Before I begin this article, let me be very clear that I am not a doctor. But I am capable of research, and want to note that the source material I used for this article was from one that should be considered reliable. All data, unless otherwise noted, is taken from the following website:
The CDC and the federal government are advising us not to worry in the wake of revelations that Ebola has now been confirmed in a patient in Dallas. And that is their job, to prevent the public from going into a state of panic. And even with widespread concerns, it's still sound advice to not panic. But it is also sound advice to look at the very real possibilities that this could become more of a concern than they are saying.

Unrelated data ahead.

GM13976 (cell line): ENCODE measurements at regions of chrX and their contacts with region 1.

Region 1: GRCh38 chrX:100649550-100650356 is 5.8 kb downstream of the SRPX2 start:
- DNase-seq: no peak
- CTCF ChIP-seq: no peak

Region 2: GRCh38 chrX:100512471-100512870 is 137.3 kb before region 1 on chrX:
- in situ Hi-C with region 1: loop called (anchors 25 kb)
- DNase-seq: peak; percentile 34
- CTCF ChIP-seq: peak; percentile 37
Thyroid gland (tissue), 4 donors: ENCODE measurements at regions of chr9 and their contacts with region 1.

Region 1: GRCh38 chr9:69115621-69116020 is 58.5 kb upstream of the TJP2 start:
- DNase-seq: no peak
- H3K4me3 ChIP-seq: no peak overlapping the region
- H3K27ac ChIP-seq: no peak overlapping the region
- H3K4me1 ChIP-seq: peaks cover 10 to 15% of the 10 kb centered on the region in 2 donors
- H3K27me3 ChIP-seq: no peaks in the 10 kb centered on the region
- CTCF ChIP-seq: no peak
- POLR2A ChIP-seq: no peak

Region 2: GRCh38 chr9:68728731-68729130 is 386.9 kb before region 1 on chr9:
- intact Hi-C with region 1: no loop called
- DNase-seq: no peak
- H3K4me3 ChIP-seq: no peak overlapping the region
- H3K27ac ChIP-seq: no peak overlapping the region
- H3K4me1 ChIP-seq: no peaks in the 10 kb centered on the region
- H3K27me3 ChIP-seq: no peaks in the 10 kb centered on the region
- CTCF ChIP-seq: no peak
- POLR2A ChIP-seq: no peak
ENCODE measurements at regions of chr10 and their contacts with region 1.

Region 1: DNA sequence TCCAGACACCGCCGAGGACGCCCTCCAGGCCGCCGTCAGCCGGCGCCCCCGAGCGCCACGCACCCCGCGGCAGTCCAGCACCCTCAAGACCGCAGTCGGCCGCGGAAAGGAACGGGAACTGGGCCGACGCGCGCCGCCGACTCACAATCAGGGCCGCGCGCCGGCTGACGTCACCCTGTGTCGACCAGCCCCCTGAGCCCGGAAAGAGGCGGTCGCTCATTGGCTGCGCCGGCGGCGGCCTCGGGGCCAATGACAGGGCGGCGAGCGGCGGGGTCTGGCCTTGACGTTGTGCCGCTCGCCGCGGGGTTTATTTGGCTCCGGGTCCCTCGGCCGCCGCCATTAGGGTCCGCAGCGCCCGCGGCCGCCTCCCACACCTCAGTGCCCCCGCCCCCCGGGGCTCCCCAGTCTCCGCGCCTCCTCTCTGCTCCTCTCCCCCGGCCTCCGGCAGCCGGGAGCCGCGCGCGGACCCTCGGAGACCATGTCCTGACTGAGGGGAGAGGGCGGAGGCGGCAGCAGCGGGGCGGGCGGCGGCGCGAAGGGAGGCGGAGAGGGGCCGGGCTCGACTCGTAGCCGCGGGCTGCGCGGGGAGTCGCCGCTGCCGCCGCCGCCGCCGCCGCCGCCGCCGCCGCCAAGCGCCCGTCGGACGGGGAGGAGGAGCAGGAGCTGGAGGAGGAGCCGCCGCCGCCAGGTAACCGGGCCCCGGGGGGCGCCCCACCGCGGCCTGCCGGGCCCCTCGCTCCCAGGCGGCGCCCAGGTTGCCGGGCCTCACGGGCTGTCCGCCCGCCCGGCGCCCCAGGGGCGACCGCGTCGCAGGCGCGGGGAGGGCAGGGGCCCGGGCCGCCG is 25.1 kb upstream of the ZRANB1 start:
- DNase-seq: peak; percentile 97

Of utmost concern is what we now about the first patient diagnosed with Ebola in the US. He first showed symptoms of the disease on September 24. He sought treatment on the 26th, but was sent home because the hospital personnel did not believe it to be a serious disease, despite his advising them that he was from Liberia. He then returned on the 28th, and was quarantined (source: http://news.yahoo.com/us-ebola-patient-had-contact-kids-governor-173422002.html).
So there were four days between the onset of symptoms and quarantine. Four days in a large city where the virus could possibly have been transmitted. Note: I am not saying it WAS transmitted, I am just saying that IF it was, it could be a very serious problem. Here is why: